Refusing to ban pornographic content on the internet, the Supreme Court on Friday said it was not for courts to decide; the Centre had to take a call on the issue. The court made the observation while hearing a public interest litigation (PIL) seeking a complete ban of erotic content. Vijay Panjwani, representing Indore-based advocate Kamlesh Vaswani, pressed for an interim order till the home ministry took a stand on the issue. But the court said: “Such interim orders cannot be passed by this court. Somebody can come to the court and say ‘Look, I am an adult and how can you stop me from watching it within the four walls of my room? It is a violation of Article 21 (right to personal liberty) of the Constitution.’ Yes the issue is serious and some steps need to be taken. The Centre has to take a stand, let us see what stand the Centre will take,” Chief Justice H L Dattu, heading a three-judge Bench, said.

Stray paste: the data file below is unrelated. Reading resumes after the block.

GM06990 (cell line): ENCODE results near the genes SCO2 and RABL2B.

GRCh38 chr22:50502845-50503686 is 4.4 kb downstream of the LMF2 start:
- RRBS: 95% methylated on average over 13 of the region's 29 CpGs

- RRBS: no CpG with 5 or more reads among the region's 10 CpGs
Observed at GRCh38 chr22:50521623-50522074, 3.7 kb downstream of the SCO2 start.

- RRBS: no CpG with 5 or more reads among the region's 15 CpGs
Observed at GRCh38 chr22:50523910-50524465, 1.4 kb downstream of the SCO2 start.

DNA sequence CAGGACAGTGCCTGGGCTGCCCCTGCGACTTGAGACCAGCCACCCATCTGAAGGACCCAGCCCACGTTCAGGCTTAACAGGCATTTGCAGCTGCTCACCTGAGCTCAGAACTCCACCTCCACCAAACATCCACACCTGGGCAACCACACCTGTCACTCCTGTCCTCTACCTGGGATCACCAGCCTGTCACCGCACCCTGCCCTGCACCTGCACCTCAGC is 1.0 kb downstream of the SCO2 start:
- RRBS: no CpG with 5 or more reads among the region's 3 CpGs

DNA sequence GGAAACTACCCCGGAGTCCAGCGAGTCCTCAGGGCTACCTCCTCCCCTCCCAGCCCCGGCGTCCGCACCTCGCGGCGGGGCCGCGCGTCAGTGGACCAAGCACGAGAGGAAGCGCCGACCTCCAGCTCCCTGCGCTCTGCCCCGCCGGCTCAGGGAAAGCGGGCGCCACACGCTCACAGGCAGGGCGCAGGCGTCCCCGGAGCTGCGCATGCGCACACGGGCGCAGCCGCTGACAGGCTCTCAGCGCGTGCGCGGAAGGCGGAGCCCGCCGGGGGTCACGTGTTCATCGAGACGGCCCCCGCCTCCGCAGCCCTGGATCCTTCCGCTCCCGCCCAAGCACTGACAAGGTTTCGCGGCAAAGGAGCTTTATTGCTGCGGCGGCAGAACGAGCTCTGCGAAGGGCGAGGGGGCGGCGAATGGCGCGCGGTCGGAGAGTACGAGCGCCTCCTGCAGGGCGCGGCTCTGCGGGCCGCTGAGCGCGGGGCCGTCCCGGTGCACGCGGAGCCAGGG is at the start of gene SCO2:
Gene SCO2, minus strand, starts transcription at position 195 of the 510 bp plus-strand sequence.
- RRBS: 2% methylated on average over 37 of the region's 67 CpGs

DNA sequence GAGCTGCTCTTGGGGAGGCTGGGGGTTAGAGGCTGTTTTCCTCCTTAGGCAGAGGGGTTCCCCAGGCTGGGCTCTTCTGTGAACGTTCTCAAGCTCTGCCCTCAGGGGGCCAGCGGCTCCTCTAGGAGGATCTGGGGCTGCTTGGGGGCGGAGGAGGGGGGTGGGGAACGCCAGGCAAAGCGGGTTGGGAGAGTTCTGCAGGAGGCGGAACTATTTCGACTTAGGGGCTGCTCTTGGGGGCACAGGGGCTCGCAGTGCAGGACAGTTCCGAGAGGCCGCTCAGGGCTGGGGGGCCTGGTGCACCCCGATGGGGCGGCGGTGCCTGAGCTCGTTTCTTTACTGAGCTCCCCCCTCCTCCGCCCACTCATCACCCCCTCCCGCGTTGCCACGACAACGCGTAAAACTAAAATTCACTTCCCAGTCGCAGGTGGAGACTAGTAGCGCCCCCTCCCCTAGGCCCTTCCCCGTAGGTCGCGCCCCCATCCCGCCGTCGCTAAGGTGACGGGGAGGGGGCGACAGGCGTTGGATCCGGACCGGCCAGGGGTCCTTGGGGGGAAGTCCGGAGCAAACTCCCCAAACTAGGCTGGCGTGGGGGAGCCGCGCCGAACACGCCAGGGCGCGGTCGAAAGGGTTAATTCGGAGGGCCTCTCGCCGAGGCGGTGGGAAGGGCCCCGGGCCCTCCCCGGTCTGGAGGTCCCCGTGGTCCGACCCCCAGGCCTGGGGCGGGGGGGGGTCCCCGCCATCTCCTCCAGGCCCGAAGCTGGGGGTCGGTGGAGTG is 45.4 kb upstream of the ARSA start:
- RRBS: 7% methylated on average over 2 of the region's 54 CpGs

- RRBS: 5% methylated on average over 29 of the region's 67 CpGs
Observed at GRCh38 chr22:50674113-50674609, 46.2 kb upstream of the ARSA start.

The court asked the home ministry to file a detailed affidavit within four weeks.In August 2014, however, an SC Bench headed by then Chief Justice R M Lodha had said erotic content needed to be blocked and had agreed with the same PIL. It had also demanded strict laws against such content. Panjwani said officials uploading such material were liable to be punished under Section 292 of the Indian Penal Code (punishment for showing obscene materials) and Section 13 of the Protection of Children from Sexual Offences Act (use of children for pornographic purposes). In 2014, the secretary of the department of telecommunications had shown inability to ban such sites, saying even as there existed a procedure to issue directions to block pornographic websites, it was not feasible to black out all such websites due to practical difficulties, coupled with technological issues. Mail Today quoted Additional Solicitor General L Nageswara Rao as saying: “We wish to have some control over the content of social networking sites but the hurdle is that all of those are headquartered abroad and content uploading is done in other countries. There are jurisdictional issues. So, we are planning to ask these sites to have a server in India, too, so that we can scan those.” Rao had said the issue would be taken up at a meeting of the newly formed Cyber Regulatory Advisory Committee. About two billion clippings are freely available in the market which have been directly downloaded from the internet or copied from video compact disks. According to cyber expert and Supreme Court lawyer Pavan Duggal, the Information Technology Act does not make it illegal to view adult porn but watching child pornography is an offence under Section 67B of IT Act, added in 2008. Now, the ball is in the Centre’s court.